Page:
Endcaps

Last modified by Peter Karlsson on 2019/03/06 12:22

The endcaps primary purpose is to automatically generate the edge geometry of an element. There are three types of endcaps, one for each wall type (Solid wall, Insulated wall and Sandwich walls).

For sandwich walls there is a simple rule for the definition of the endcap and that is that inner panel should be down and edge of the wall should be pointing to the left. If the endcap shall be used in top, bottom left or right that same rule apply. The level 1 detail can for sure have a different orientation, as that is just a symbol. In the picture below you can see that the top symbol (Level 1) is having inner panel up as the element will be moulded that way and we have decided (that is up to you not IMPACT) to have the endcaps oriented as the element will be moulded.

In the lower picture you can see the endcap that is used by IMPACT and that is not so long and it has inner panel down.

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You must first define the endcap geometry. First, you need to draw the geometry. There must always be a straight horizontal line at the start and end of the geometry that represents the walls front and back surface.

DrawEndcap.gif

Open up the endcap definitions dialogue and enter a name and click ok.

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  • Label
    The endcaps label
     
  • Symbol
    This defines the block which will be inserted into shop drawings list of endcaps used in that element. You can create several detail levels of this block and decide later which one should automatically be used in your shop drawings. It's possible to insert the manually too.
     
  • Geometry
    Here you select the geometry which defines the endcaps geometry and boundaries.
     
  • Nbr and Visible
    Dictates which point of the endcap will be drawn in the shop drawings elevation view. The points are from the polyline that determines the edge geometry.
    1513874177292-416.png
     

The geometry must be defined in a specific way. The insertion point should be in the lower left, relative to the geometry bounding box. The application will automatically insert the axis arrows.

Apply your endcap to any wall with the same thickness as your endcap. You cannot use endcaps of different width with incompatible elements. As you can see, the endcap is added to the wall where the endcap insertion point intersects with the top surface of the wall (in this case).

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Boundary Layers

More complex endcaps, such as those for Insulated Walls and Sandwich Walls, need additional layer information for endcap definitions.

  • 1A - The endcap
     
  • 2A - Detail level 1 symbol
  • 2B - Detail level 2 symbol

    These must be polylines.
  • 3A - Polyline representing outer geometry. Must start with horizontal lines at least a few mm long.
  • 3B - Polyline which represents reinforcement boundary. Must start and end where outer geometry starts and ends. Beyond this boundary, no reinforcement will be added or generated automatically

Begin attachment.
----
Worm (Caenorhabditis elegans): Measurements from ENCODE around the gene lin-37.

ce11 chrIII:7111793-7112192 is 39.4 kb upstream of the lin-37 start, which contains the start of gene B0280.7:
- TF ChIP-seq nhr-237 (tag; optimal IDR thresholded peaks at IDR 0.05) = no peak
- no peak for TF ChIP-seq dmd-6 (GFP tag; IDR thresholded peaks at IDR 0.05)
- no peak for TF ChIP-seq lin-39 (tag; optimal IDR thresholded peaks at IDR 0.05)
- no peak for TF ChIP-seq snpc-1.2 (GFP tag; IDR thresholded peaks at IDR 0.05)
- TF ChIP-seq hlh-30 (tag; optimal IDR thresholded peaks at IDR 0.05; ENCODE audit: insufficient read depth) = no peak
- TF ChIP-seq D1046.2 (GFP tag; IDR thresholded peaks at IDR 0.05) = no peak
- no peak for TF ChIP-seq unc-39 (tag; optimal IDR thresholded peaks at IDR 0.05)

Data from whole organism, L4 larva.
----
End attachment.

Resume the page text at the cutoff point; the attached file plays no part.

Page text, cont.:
• 3C - Layer boundary. Represent the boundary between the panels and the insulation. Start and end points must touch the outer geometry.
  • 3D - Insulation layer. A closed polyline which can be used to define an area with a different material, ex. insulation against fire. You can define more than one by selecting several closed polylines.

3D is optional. You do not need to specify this parameter for the endcap to work properly. Predefined insulation will be inserted within the whole layer boundary.

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Here is the resulting definition window after selecting all the necessary geometries.

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Using Endcaps

You can specify in the wall properties window what endcaps you want to use and where on the element they should appear.

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The wall in the model viewer, with a cutout so we can see the cross-section. In this example all insulation have the same colour, so the fire insulation appears with the same colour as other insulation.

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You can also specify sections of endcaps by using other endcaps if you want to do more complex geometry. Here is a silly, but illustrative example. For a more detailed explanation press on the other endcaps.  Note that it's possible to mirror endcaps, both as a whole or per individual sections.

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Tips

To create a closed layer boundary, you can define it as below where the two-layer boundaries tangent each other at the end. This will effectively calmp the layer to 0 mm at the end. The two polylines must at some point touch the outher geometry.

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Created by Mattias Lilja on 2017/12/21 16:59
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Impact Documentation